Canada

'Buy American' deal exempts Canadian firms

Canadian companies will be exempt from a protectionist "Buy American" clause in the U.S. government's $787-billion US economic stimulus package, the federal government has announced.

'Too little, too late,' say Liberals

A United States flag blows in the wind while transport trucks line up across the Ambassador Bridge between Windsor, Ont., and Detroit. ((Jason Kryk/Canadian Press))

Canadian companies will be exempt from a protectionist "Buy American" clause in the U.S. government's $787-billion US economic stimulus package, the federal government announced Friday.

The deal involves 37 U.S. states that adhere to the World Trade Organization's government procurement agreement, effectively ending a dispute that has raged since Congress passed the protectionist measures in 2009.

"Our government had serious concerns about the 'Buy American' provisions contained in the American Recovery and Reinvestment Act," International Trade Minister Peter Van Loan told reporters in Ottawa.

"We believe that a co-ordinated approach to job creation and economic recovery was essential for both countries," said Van Loan.

Speaking shortly after details of the deal were announced, Liberal trade critic Scott Brison slammed it as "too little, too late" as much of the stimulus funds made available by the Obama administration have already been spent.

The U.S. stimulus money is allocated for roads, public housing and other infrastructure projects, the drawback being that most of the funding has already been spent. The program's deadline for handing out funding is Feb. 17.

"This deal is a pathetic attempt to try to create some level of symbolic victory when, in fact, a real deal was required to defend Canadian interests," Brison told reporters in Ottawa. "There is absolutely no reason the government couldn't have concluded this deal last March."

Access to sub-federal projects

The deal provides companies in both countries with permanent market access to projects at the sub-federal level, meaning they can bid and work on public works projects at the provincial, state or municipal level.
Foreign Affairs Minister Lawrence Cannon (left) gestures as International Trade Minister Peter Van Loan looks on during an update on Canadian-American trade relations in Ottawa on Friday. ((Pawel Dwulit/Canadian Press))

The agreement applies only to U.S. funding delivered under the current stimulus program, not future legislation that might include similar "Buy American" provisions.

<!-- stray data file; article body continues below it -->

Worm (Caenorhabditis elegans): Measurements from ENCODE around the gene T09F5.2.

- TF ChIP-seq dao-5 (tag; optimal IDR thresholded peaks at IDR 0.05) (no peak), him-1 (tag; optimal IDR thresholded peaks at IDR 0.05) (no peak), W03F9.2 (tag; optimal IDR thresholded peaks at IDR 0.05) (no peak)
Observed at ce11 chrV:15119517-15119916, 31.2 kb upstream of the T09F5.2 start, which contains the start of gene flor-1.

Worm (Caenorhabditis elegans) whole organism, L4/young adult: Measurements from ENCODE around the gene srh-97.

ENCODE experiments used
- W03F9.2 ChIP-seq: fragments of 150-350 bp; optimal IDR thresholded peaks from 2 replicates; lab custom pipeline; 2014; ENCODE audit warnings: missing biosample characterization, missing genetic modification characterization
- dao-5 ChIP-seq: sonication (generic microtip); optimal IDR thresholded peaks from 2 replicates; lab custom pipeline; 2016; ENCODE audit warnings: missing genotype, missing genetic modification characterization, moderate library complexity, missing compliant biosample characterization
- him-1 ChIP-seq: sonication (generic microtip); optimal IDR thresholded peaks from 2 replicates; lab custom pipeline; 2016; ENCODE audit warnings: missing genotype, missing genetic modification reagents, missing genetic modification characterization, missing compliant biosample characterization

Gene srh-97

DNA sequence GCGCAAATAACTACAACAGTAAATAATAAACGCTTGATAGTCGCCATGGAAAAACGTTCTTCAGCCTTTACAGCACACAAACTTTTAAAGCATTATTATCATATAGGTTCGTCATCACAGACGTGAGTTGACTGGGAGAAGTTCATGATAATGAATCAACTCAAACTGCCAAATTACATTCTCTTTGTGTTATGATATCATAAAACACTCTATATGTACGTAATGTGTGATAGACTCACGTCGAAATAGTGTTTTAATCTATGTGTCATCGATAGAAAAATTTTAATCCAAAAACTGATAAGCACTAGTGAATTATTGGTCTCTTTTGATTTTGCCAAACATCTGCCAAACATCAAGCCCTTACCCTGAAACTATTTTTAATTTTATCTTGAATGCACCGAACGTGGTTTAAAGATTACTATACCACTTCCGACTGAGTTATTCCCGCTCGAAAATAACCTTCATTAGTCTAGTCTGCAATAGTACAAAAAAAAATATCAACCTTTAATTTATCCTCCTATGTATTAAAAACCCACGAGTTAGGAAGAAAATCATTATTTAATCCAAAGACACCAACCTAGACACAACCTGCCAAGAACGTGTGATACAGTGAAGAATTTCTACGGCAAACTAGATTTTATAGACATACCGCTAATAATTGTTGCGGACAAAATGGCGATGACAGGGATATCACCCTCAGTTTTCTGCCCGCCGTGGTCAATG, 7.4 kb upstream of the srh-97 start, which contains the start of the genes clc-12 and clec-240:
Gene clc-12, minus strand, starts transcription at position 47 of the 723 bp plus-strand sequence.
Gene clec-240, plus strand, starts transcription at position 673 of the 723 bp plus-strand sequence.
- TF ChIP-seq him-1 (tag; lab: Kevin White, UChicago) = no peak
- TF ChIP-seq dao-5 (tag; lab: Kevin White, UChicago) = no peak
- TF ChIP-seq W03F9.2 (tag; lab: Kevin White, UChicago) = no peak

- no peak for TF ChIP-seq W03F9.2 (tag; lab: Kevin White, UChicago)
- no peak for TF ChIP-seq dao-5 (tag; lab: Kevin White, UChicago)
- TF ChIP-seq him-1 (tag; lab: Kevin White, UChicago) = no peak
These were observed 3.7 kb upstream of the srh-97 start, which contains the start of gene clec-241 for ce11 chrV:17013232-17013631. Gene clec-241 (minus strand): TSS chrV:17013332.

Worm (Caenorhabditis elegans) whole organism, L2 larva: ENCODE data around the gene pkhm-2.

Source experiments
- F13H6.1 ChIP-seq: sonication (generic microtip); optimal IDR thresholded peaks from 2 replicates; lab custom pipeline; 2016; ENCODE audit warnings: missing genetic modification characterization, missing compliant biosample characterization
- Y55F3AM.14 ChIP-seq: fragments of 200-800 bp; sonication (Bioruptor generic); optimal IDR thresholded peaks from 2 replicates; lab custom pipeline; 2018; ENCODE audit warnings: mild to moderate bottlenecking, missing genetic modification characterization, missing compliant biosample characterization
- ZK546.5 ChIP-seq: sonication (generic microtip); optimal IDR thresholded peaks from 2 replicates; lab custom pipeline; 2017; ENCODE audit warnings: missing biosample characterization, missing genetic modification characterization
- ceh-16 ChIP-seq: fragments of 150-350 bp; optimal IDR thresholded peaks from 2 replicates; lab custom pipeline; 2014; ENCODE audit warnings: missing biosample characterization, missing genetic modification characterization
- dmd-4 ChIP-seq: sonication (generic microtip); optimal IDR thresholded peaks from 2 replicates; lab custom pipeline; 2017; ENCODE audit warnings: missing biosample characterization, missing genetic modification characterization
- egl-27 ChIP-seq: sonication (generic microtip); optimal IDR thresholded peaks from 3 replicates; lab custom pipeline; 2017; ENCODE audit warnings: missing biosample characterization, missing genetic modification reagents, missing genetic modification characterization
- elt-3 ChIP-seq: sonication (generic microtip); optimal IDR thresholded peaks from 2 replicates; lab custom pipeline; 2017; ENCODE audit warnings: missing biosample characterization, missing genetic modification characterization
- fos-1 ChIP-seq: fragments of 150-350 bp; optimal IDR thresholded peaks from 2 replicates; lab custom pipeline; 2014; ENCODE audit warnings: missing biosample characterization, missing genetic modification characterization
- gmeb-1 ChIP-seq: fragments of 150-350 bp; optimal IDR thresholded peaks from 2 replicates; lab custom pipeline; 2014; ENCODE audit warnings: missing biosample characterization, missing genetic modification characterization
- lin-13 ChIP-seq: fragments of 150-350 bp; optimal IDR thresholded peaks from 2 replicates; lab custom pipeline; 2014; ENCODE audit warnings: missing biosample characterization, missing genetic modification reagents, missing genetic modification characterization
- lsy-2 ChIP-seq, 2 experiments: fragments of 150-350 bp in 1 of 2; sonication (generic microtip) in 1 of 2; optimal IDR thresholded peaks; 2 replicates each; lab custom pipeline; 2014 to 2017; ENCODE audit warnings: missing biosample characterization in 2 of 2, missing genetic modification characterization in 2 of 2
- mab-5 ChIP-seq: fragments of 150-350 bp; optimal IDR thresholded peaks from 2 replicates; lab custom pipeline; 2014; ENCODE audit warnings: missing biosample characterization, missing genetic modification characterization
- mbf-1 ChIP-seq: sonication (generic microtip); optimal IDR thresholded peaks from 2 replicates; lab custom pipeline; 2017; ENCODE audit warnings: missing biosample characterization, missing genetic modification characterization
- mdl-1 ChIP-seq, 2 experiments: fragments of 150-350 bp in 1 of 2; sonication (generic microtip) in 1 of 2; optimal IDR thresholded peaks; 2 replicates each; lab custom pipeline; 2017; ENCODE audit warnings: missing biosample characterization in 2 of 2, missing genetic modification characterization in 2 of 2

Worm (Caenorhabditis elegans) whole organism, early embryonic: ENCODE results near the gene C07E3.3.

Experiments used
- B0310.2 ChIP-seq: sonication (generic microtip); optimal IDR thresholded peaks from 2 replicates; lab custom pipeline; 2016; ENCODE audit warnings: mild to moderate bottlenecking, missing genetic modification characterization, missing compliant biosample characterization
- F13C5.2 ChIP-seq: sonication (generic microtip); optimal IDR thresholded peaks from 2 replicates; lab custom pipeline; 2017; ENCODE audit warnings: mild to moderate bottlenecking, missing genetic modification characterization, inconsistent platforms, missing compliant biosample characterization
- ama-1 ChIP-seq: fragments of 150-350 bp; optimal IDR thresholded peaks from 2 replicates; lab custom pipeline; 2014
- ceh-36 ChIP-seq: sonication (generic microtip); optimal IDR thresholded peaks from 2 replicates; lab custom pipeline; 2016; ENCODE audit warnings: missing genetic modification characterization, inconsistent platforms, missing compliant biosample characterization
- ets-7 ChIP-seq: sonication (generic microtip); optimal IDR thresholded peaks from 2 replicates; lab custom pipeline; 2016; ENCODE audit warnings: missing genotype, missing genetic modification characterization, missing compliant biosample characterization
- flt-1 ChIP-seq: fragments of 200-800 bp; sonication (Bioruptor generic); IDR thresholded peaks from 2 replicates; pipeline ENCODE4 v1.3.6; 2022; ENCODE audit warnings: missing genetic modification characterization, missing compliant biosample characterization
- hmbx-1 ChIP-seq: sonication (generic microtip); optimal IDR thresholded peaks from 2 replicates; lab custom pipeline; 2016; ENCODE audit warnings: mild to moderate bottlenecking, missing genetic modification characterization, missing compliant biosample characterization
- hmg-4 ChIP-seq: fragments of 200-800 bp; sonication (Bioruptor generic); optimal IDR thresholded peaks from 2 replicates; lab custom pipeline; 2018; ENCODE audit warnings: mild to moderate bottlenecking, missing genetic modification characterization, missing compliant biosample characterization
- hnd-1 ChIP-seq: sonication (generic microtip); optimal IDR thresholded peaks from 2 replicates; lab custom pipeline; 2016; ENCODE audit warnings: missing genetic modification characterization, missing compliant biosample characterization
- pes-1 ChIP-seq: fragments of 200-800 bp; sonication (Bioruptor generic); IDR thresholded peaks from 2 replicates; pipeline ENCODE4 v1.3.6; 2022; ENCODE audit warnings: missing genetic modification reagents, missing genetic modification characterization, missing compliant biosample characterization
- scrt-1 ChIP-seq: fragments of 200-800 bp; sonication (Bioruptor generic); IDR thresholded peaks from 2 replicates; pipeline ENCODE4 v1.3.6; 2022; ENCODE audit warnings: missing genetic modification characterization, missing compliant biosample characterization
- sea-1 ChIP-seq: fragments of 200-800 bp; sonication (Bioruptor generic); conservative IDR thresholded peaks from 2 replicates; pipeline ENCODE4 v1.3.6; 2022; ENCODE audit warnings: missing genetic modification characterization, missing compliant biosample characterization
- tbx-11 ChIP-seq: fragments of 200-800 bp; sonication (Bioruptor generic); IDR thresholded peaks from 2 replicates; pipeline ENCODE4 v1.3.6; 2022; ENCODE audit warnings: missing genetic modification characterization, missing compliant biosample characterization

International Trade Minister Peter Van Loan did not say how much the deal would be worth to Canadian companies, calling any estimate "highly speculative."

"We could only guess at how much value Canadians would have gotten out of [the stimulus] contracts," said Van Loan. In the future, the deal will bring "significant opportunities" for Canadians, he said.

The "Buy American" provision gives priority to U.S. iron, steel and other manufactured goods for use in state-level and municipal public works and building projects funded with stimulus tax revenue.

In October, reports of progress between the U.S and Canada over the controversial provision prompted the Federation of Canadian Municipalities to withdraw a resolution to block U.S. companies from bidding on city contracts in this country.

'It's going to be good': mayor

The deal was made with the support of the provinces, territories and industrial associations, said Van Loan.

But it also has the support of some municipal leaders.

"It sure is a sweet victory," said Victor Fedeli, the mayor of North Bay, Ont.

"We have companies that make everything from sandbags and tarps to municipal engineering to huge bridges that you find all over the United States," said Fedeli. "And these companies now have their door open again."

Asked whether he worried the deal could also mean large American companies winning contracts in North Bay that might otherwise have gone to his own constituents, Fedeli said the city was "already a community with open doors."

"We bought two fire trucks in South Dakota for $850,000," he said. "They had to compete against the Canadian firms, and while we certainly want to buy Canadian, that is not the best value for taxpayers.

"The Canadian companies needed to sharpen their pencil, and if a company can make a water reservoir in Illinois and ship it to North Bay and install it for $1 million, I would hope someone in Ontario would have a sharper pencil," he said.

"I think it's going to be good."

With files from The Canadian Press

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